More importantly, Springfield appears to have little, if any, money to offer CPS even if it were so inclined. Pritzker, facing a balky General Assembly on his own proposals to address an $800 million budget shortfall, has instructed his department heads to begin looking for cost cuts, just in case.

Still, CTU will charge ahead Wednesday. The money grubbing, of course, is shameless given that the union is demanding annual pay raises of at least 9% in its CPS contract negotiations, which are just beginning.

It’s not as if CPS has been suffering a decline — or even a leveling off — of state funds since Pritzker took office in 2019. State contributions to CPS have increased 14% in that time frame to more than $2.1 billion, from less than $1.9 billion. The percentage increase is substantially more when one accounts for the 10.4% decline in students attending Chicago Public Schools over that period. Looked at that way, state contributions per CPS student are up 30%.

Therein lies the main problem with the audacious demands of CPS/CTU. Chicago’s school system has shrunk dramatically — at least in terms of student demand. The union wants to preserve a school system, in terms of number of schools and amount of jobs, built to serve a far larger student population than it does.

The solutions to CPS/CTU’s budgetary woes lie mainly with rightsizing. That’s how school systems in the suburbs and elsewhere respond when facing declining demand, whether from baby-bust cycles or other causes. They consolidate schools. Those actions often are difficult, even gut-wrenching, but they’re taken nonetheless.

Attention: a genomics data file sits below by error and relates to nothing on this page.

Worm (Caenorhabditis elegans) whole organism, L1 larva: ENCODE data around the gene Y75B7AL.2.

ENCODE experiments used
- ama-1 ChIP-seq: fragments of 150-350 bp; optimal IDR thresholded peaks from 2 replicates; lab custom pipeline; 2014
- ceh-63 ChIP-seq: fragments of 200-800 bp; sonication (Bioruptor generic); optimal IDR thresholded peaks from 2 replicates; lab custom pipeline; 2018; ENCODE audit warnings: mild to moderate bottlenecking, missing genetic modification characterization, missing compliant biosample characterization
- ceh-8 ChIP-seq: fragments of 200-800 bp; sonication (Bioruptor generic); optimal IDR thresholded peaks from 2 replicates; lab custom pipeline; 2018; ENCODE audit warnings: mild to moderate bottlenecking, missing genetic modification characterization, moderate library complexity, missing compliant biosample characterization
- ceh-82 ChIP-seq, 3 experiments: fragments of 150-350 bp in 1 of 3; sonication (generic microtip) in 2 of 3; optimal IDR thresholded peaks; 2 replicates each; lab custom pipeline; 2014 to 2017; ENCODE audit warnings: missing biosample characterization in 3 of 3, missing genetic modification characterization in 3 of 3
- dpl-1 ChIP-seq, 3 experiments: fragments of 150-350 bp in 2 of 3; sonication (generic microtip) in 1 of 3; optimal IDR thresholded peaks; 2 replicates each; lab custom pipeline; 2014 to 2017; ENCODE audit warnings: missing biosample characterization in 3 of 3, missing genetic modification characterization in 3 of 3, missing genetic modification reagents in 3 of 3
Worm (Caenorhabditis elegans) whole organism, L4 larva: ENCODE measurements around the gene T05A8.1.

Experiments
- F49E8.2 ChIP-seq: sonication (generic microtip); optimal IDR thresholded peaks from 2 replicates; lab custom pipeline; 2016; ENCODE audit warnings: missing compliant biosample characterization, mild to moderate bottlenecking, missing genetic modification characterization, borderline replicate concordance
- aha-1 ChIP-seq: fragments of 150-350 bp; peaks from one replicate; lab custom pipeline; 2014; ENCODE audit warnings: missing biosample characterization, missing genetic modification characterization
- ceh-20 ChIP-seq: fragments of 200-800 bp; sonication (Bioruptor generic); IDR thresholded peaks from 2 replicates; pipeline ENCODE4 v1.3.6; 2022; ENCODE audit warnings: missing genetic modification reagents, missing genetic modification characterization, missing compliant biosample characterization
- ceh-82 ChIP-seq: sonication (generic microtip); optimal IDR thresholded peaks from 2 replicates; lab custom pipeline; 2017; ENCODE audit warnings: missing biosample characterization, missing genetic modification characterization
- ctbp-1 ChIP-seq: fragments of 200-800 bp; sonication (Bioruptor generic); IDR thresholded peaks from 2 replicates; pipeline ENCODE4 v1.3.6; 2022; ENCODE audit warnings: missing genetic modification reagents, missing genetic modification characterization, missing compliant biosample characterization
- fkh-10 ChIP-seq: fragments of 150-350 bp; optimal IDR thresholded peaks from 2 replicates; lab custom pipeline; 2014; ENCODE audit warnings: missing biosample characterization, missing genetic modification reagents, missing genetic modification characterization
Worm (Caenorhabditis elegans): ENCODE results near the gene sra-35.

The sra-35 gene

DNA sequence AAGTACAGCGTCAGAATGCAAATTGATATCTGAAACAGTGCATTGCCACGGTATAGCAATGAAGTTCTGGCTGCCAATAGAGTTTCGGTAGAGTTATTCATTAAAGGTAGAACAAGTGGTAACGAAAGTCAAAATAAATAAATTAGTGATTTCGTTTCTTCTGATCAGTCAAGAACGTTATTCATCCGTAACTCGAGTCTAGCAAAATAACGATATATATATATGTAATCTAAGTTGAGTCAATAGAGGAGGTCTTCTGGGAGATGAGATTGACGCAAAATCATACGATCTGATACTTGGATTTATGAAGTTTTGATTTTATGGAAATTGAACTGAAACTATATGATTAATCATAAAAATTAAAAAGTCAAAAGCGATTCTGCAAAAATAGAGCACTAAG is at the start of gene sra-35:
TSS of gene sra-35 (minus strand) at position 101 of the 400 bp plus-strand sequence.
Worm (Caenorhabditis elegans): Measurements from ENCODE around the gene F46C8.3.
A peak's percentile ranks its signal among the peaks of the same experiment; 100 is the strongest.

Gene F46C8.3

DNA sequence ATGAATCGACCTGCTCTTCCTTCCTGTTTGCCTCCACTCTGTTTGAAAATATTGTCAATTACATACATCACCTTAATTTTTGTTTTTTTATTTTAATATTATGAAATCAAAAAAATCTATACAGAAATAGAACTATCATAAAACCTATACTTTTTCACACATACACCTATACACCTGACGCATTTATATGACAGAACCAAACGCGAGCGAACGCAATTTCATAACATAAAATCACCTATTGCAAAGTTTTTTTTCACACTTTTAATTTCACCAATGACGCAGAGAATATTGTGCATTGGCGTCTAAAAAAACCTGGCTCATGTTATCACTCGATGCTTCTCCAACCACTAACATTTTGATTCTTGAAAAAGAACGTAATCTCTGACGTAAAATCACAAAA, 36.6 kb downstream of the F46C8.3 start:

Not helping CPS/CTU’s cause, given their inability thus far to shake the money tree in Springfield or anywhere else, is their furtive method of providing more cash to floundering schools in parts of the city where parents are choosing options they consider better for their kids, or from where families with school-age children simply have fled. A new budgeting system has done away with CPS’ past practice of allocating the bulk of an individual school’s annual budget based on enrollment in favor of an opaque approach that accounts mainly for the “needs” of specific schools. Effectively, the result is to shift more resources to schools — often lightly attended — in low-income areas at the expense of well-populated, often better-functioning schools.